Load ’em Up, Head ’em Out

Dad took two weeks of vacation every summer. One week was for getting ready to go, and one week was for the actual vacation. He always took us camping. Dad learned how to camp in the army, but he learned how much fun it could be from Mom. Mom camped when she was a little girl, and that’s before there were even campgrounds.

First off, we had to bake cookies for the trip. Mom had a big lard-tin that had to get filled up with home-baked cookies.

Deanna baked Cherry Winks, yucky, I hated those: marachino cherries and corn flakes. I hated Corn flakes ’cause of the six thousand boxes we ate saving Post Toasties box tops for all those free cereal bowls and juice glasses, and marachino cherries were so sweet they made my teeth hurt.

Vickie made no bake chocolate cookies, that’s the first thing I learned how to make in 4-H Cooking; except for learning how to make a root beer float,  that’s just scooping and pouring. Any do-do bird can do that.

Bonita made peanut butter cookies. Yum, those were best still warm with a glass of good, cold milk. I liked to hold a bite of cookie in my mouth and let the milk soak in. That’s almost the same as dunking, but no crumbs in the milk glass. Mom hated dunking, it was against the rules.

I made chocolate chip cookies, my very favorite kind, and the kind I got my first blue ribbon for in my first year of 4-H. Each of us Big Kids made about 10 dozen cookies each. I had to eat some right out of the oven, ’cause that caramel-good smell with melting chocolate made my mouth get slippery inside and it seemed like those cookies just begged to be eaten. That left a big greasy stain on the newspaper, so I put new cookies on those stains, so Mom wouldn’t know I snitched cookies.

Making cookies took a long time, ’cause I could only bake one sheet at a time, and each sheet took exactly 12 minutes. Let’s see, that’s 12X10 or 120 minutes. Okay that was only 2 hours of baking, but then there was the mixing and washing the dishes, and finally packing into the tin, with a perfect circle of waxed paper between every layer of cookies. Holy smokes, that was a project. Twelve minutes was too long to just sit around staring at the oven, so I liked to read in between. The only trouble was, if I got lost in my book and forgot to set the timer, pretty soon somebody was yelling,

“The cookies are burning,” which was usually Mom, ’cause nobody else paid attention to smoke like Mom did. Grandpa was a fireman, so she knew all about fires and she was scared to death of our house burning. She was always saying, “Are you trying to burn the house down?” That was another one of those questions I wasn’t supposed to answer.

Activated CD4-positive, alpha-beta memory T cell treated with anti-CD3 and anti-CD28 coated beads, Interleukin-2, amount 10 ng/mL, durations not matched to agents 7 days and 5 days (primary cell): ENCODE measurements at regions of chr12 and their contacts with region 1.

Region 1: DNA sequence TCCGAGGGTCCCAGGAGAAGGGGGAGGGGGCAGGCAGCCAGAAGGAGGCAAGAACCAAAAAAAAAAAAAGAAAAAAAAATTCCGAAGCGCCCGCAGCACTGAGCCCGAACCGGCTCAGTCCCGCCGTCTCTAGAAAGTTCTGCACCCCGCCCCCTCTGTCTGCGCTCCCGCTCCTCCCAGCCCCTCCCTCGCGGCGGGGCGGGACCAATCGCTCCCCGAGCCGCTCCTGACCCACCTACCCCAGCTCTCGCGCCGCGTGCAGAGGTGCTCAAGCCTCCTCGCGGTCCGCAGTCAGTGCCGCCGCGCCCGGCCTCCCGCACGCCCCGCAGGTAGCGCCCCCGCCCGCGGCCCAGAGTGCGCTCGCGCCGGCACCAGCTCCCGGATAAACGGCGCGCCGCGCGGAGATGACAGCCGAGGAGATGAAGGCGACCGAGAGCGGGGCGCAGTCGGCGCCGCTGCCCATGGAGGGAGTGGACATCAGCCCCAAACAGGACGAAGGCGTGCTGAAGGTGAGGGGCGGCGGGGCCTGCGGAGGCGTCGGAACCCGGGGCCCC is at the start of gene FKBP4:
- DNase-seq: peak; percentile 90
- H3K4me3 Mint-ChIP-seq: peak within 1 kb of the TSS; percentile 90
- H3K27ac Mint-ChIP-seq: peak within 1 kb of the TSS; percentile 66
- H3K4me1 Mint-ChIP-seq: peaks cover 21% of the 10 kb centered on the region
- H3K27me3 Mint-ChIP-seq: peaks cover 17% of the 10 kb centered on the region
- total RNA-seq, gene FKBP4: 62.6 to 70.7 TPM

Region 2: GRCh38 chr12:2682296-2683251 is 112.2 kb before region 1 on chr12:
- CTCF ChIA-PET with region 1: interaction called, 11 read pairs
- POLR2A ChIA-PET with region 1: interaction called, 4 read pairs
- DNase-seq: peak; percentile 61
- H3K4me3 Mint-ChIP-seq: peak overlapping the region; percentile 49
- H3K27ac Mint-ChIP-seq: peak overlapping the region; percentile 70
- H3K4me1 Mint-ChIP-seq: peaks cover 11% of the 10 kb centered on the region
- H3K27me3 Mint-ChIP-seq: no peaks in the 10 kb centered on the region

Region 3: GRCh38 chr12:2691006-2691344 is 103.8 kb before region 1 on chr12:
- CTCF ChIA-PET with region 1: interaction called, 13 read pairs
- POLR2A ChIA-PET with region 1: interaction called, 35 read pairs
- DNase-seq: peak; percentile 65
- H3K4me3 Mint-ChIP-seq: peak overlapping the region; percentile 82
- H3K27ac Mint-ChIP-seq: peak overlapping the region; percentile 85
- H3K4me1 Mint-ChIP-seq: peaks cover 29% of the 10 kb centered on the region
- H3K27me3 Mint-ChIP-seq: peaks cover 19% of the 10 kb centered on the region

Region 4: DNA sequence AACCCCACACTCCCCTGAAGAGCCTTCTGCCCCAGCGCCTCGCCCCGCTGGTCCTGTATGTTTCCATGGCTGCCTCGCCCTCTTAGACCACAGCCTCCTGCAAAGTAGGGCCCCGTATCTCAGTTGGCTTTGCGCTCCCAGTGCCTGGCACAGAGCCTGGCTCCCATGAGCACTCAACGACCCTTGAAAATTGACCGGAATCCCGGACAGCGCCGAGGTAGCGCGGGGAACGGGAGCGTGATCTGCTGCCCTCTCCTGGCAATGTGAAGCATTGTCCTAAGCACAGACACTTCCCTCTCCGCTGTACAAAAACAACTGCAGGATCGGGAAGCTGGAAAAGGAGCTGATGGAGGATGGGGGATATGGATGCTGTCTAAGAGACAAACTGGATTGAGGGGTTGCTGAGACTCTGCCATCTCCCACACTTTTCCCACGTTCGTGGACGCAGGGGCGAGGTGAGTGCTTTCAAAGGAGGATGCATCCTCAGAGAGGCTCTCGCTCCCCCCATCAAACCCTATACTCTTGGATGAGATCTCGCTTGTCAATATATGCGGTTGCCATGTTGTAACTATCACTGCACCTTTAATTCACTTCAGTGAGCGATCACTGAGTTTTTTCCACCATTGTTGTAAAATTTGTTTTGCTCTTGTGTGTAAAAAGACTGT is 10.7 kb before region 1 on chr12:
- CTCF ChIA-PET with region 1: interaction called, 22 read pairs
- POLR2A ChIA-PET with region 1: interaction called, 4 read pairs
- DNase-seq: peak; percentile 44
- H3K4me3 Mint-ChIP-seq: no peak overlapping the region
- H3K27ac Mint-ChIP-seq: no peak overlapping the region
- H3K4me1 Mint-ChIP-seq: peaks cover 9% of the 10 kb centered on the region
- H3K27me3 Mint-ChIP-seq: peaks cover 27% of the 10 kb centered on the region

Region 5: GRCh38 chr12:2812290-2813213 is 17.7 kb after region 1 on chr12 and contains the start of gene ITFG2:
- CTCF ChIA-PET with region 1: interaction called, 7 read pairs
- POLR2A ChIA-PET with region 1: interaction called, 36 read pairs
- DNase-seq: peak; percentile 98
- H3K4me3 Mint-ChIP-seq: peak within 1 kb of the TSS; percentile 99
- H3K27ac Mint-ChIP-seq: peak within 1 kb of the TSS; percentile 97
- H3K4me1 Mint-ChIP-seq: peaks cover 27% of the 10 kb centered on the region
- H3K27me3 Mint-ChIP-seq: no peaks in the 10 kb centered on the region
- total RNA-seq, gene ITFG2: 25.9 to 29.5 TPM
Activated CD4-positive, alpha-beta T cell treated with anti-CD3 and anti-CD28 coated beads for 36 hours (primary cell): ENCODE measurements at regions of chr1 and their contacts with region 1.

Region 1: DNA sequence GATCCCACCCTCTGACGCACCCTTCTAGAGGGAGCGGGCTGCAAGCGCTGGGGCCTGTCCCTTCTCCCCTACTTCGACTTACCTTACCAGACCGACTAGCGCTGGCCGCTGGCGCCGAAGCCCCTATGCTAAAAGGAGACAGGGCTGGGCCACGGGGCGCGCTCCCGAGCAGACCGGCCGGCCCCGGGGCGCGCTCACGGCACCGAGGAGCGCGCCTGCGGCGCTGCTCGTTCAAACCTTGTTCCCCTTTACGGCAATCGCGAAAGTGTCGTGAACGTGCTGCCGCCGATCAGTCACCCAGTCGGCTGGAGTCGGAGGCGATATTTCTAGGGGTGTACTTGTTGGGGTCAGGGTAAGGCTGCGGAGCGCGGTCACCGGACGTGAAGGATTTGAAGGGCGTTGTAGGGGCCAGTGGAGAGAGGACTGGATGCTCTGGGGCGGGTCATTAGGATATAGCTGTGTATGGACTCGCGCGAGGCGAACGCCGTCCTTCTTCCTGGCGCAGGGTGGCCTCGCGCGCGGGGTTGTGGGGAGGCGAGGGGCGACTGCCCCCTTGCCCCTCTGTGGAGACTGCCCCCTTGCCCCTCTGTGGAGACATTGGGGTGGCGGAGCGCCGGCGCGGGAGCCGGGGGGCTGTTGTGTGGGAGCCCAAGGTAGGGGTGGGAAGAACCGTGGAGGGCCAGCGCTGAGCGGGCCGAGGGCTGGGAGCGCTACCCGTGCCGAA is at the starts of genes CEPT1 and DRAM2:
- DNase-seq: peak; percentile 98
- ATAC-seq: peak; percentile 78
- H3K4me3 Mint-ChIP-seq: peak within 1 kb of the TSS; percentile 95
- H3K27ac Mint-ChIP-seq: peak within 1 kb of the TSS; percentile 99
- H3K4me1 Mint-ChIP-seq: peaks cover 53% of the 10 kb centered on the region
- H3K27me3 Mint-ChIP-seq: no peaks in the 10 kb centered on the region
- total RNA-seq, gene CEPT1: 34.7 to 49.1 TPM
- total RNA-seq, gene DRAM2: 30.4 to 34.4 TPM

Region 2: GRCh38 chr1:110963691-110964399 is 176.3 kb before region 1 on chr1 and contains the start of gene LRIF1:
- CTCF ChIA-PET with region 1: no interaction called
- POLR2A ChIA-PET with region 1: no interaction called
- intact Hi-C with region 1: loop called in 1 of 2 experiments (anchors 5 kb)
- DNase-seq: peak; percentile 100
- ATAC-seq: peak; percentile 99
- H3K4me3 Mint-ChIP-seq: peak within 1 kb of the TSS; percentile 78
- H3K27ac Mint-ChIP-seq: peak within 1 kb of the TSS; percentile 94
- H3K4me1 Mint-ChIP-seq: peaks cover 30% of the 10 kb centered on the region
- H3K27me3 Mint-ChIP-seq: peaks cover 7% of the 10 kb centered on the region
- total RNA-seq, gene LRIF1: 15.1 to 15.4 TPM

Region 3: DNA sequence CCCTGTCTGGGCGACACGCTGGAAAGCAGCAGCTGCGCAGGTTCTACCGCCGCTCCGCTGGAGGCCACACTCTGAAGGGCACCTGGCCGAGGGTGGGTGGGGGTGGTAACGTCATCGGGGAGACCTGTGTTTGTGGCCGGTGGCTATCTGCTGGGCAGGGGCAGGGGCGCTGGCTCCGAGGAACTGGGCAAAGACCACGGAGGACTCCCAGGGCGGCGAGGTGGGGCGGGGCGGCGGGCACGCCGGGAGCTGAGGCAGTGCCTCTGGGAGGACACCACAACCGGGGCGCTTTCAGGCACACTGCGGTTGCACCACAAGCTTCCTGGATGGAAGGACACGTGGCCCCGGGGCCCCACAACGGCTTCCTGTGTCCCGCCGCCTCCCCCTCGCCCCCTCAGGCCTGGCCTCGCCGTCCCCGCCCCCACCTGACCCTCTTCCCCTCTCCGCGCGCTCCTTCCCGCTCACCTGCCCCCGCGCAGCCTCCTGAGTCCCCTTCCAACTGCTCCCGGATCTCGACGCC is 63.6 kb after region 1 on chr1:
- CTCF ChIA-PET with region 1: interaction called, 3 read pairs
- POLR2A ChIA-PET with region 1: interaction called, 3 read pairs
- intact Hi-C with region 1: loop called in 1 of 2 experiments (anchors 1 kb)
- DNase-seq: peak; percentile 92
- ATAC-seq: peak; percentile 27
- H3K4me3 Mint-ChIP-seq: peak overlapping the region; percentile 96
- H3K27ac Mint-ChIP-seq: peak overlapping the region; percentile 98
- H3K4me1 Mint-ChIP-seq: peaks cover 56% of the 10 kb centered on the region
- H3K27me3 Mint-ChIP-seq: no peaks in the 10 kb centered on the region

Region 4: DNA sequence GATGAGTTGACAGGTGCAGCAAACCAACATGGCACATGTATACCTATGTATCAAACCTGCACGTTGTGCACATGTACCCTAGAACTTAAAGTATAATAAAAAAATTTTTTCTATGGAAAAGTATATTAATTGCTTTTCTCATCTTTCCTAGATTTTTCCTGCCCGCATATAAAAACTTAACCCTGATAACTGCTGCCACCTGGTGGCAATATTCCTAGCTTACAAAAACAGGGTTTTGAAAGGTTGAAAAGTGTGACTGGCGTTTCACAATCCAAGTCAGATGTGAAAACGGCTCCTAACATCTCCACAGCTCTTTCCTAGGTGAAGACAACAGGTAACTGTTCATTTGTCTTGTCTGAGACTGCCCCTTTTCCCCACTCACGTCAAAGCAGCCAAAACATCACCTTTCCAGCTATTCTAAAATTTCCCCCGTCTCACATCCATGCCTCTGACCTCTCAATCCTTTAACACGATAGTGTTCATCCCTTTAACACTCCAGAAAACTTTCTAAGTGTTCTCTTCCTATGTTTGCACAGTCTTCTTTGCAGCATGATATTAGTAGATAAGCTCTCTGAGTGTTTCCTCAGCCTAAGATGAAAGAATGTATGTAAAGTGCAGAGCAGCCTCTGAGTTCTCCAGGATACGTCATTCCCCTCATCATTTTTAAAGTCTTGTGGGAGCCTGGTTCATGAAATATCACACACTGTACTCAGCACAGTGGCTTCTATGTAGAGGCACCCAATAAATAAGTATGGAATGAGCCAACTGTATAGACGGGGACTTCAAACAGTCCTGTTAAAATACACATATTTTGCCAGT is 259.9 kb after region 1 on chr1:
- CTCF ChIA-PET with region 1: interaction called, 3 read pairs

Once I wondered what she would say if
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You ain’t heavy….If I just keep lifting

When I was a little girl, I had a calf named Tiny.  She was a little Holstein heifer; she was not Belle’s calf, Dad bought her; she was such a runt, I have a sneaking suspicion that Tiny came cheap.  I loved Tiny.  I loved Tiny as much any kid loved their dog, as much as Bonita loved Nikki, our German Shepherd.

The grass was still frosty in the morning when Dad showed me how to teach Tiny how to drink from a bucket.  First I mixed up a powder milk formula for her; Belle had her own calf, plus we needed some of her milk for the house, so Tiny drank formula.  I used warm water so Tiny would think she was drinking from her mother, then I wet my fingers with the formula and put them in front of Tiny’s nose.  She gave a little sniff, licked my fingers, then slurped all my fingers into her mouth and started sucking them like there was no tomorrow.   It almost the same way as when I put the vacuum cleaner hose up to my cheek and I thought my whole face was a goner, only really wet.

I gotta admit, it was atinsy bit scary and at the same time it made my skin have those happy tingles like when somebody remembered  my birthday with no reminder at all.  Slowly I lowered my hand into the bucket as Tiny kept on sucking.  Then I pulled my fingers out.  Up came Tiny’s head all puzzled-looking thinking, where did my teats go? So we started all over again.  Eventually, Tiny didn’t need my fingers at all, but I still let her suck on them, ’cause by then it just felt like her way of saying she loved me, too.

Dad lifted Tiny up and moved her around, just like she was one of his own kids.  I lifted Tiny too, but it was hard for me to walk with her, ’cause her legs dangled down almost to the floor, probably because I was  a whole lot shorter than Dad.

“If you lift Tiny everyday, you’ll be able to lift a full-grown cow when she’s grown,”  Dad told me.  “But you gotta lift her every day.”  Dad’s eyes got damp looking and twinkling like they did when he was telling a story about a telephone extension he sold when he was fixing someone’s line  in the city.  Those stories always ended in laughter, but not so this day, he was all solemn looking in the face, like he was in church, except for his eyes didn’t look so dazzley in church.